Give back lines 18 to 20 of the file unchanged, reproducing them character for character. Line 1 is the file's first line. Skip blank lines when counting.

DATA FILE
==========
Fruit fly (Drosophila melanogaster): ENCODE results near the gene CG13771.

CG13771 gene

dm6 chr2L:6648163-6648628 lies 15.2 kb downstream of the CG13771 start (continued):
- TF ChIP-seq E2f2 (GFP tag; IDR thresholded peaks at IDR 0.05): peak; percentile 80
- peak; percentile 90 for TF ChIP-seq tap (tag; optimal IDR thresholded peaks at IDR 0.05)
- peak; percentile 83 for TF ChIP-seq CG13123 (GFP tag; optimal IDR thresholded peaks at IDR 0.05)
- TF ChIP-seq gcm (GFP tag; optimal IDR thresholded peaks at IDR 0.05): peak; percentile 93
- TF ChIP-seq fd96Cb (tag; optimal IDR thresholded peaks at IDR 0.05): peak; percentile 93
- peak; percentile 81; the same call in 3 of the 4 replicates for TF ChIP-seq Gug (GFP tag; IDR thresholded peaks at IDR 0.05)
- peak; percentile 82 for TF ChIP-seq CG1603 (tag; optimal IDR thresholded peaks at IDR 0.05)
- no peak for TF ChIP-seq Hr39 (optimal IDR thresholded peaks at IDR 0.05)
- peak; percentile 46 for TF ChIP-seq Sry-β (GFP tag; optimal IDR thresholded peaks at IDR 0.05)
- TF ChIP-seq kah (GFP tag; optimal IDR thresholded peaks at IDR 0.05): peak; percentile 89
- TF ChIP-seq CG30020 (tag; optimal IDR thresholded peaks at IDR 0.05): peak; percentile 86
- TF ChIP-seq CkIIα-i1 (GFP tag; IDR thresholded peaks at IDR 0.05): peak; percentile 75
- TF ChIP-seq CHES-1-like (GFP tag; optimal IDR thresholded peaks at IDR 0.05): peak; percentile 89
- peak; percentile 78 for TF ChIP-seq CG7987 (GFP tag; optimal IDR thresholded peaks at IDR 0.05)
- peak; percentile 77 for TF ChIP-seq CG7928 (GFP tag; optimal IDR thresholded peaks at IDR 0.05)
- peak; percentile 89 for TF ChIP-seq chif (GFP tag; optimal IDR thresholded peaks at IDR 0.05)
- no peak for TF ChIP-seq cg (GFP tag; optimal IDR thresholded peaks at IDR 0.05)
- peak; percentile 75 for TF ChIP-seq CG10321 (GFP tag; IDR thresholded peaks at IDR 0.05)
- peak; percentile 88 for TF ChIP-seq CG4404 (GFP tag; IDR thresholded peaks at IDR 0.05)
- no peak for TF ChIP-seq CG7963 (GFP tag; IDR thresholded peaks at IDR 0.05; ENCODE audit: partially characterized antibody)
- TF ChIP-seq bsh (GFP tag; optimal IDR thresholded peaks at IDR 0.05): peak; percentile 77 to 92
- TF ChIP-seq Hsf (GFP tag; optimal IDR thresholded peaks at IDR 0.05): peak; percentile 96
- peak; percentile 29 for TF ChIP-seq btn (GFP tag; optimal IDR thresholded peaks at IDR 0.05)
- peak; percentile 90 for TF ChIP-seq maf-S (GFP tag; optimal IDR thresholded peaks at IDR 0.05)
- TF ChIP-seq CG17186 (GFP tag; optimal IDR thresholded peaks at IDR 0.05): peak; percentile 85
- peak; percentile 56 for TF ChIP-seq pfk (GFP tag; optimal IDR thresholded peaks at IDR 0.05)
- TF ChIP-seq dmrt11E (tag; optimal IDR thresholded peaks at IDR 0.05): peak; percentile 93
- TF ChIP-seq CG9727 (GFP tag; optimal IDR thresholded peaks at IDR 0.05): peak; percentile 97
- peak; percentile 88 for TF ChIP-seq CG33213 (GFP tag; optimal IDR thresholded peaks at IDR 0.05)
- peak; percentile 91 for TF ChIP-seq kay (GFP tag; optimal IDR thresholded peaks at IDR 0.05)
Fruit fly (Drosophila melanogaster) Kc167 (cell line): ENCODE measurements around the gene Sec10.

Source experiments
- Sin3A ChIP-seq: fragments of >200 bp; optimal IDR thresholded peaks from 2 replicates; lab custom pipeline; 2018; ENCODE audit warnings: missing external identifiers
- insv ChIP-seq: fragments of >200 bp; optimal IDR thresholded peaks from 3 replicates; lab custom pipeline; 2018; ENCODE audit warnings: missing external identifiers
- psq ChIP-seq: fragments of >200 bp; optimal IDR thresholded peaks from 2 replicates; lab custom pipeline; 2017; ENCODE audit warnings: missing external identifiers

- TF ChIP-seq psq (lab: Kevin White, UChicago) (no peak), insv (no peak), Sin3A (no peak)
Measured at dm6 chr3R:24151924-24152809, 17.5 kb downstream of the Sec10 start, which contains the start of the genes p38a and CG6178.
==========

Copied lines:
- peak; percentile 77 for TF ChIP-seq CG7928 (GFP tag; optimal IDR thresholded peaks at IDR 0.05)
- peak; percentile 89 for TF ChIP-seq chif (GFP tag; optimal IDR thresholded peaks at IDR 0.05)
- no peak for TF ChIP-seq cg (GFP tag; optimal IDR thresholded peaks at IDR 0.05)